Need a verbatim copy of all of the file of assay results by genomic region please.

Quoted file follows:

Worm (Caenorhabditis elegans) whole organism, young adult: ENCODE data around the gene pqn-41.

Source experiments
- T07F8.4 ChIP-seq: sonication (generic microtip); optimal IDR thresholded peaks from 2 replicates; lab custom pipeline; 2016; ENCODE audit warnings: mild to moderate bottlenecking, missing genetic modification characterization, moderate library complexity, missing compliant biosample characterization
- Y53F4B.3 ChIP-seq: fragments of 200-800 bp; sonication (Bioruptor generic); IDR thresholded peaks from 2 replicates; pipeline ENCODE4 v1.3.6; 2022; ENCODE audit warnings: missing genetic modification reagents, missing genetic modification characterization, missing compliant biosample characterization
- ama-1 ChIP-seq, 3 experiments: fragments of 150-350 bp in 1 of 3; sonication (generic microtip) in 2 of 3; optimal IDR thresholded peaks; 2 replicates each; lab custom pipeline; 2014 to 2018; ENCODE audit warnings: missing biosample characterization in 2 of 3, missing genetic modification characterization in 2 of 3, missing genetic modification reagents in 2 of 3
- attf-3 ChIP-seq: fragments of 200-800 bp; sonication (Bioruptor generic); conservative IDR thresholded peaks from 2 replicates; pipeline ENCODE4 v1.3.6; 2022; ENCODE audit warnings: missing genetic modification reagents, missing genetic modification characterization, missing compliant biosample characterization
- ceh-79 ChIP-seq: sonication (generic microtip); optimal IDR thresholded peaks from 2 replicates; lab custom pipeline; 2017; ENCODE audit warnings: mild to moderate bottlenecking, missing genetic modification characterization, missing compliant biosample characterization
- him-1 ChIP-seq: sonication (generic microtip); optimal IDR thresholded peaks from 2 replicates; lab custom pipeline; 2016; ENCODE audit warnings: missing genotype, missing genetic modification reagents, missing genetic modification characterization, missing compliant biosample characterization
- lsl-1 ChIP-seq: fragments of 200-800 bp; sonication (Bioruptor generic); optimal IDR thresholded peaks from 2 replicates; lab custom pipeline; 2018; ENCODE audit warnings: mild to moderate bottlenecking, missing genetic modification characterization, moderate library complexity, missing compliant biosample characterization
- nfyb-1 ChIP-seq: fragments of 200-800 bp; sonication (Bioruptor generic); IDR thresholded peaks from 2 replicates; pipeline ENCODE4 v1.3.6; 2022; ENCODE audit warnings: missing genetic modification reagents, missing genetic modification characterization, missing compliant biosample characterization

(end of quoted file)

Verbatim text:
Worm (Caenorhabditis elegans) whole organism, young adult: ENCODE data around the gene pqn-41.

Source experiments
- T07F8.4 ChIP-seq: sonication (generic microtip); optimal IDR thresholded peaks from 2 replicates; lab custom pipeline; 2016; ENCODE audit warnings: mild to moderate bottlenecking, missing genetic modification characterization, moderate library complexity, missing compliant biosample characterization
- Y53F4B.3 ChIP-seq: fragments of 200-800 bp; sonication (Bioruptor generic); IDR thresholded peaks from 2 replicates; pipeline ENCODE4 v1.3.6; 2022; ENCODE audit warnings: missing genetic modification reagents, missing genetic modification characterization, missing compliant biosample characterization
- ama-1 ChIP-seq, 3 experiments: fragments of 150-350 bp in 1 of 3; sonication (generic microtip) in 2 of 3; optimal IDR thresholded peaks; 2 replicates each; lab custom pipeline; 2014 to 2018; ENCODE audit warnings: missing biosample characterization in 2 of 3, missing genetic modification characterization in 2 of 3, missing genetic modification reagents in 2 of 3
- attf-3 ChIP-seq: fragments of 200-800 bp; sonication (Bioruptor generic); conservative IDR thresholded peaks from 2 replicates; pipeline ENCODE4 v1.3.6; 2022; ENCODE audit warnings: missing genetic modification reagents, missing genetic modification characterization, missing compliant biosample characterization
- ceh-79 ChIP-seq: sonication (generic microtip); optimal IDR thresholded peaks from 2 replicates; lab custom pipeline; 2017; ENCODE audit warnings: mild to moderate bottlenecking, missing genetic modification characterization, missing compliant biosample characterization
- him-1 ChIP-seq: sonication (generic microtip); optimal IDR thresholded peaks from 2 replicates; lab custom pipeline; 2016; ENCODE audit warnings: missing genotype, missing genetic modification reagents, missing genetic modification characterization, missing compliant biosample characterization
- lsl-1 ChIP-seq: fragments of 200-800 bp; sonication (Bioruptor generic); optimal IDR thresholded peaks from 2 replicates; lab custom pipeline; 2018; ENCODE audit warnings: mild to moderate bottlenecking, missing genetic modification characterization, moderate library complexity, missing compliant biosample characterization
- nfyb-1 ChIP-seq: fragments of 200-800 bp; sonication (Bioruptor generic); IDR thresholded peaks from 2 replicates; pipeline ENCODE4 v1.3.6; 2022; ENCODE audit warnings: missing genetic modification reagents, missing genetic modification characterization, missing compliant biosample characterization